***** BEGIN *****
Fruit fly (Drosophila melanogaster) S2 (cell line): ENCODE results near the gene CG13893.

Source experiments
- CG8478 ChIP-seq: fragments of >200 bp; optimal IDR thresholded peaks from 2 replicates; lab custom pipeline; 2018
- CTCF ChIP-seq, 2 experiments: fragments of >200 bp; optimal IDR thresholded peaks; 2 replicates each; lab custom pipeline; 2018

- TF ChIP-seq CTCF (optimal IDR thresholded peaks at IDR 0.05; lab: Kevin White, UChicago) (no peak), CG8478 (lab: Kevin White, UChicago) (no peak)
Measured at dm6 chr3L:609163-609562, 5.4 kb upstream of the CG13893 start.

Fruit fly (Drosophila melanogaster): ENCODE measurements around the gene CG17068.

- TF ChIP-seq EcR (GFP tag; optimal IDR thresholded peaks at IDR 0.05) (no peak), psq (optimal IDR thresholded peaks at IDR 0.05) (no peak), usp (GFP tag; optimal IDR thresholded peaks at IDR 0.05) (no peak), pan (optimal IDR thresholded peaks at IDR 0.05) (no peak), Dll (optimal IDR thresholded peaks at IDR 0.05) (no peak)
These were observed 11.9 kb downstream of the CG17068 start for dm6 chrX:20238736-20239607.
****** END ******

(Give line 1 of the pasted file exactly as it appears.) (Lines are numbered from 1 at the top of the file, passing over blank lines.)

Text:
Fruit fly (Drosophila melanogaster) S2 (cell line): ENCODE results near the gene CG13893.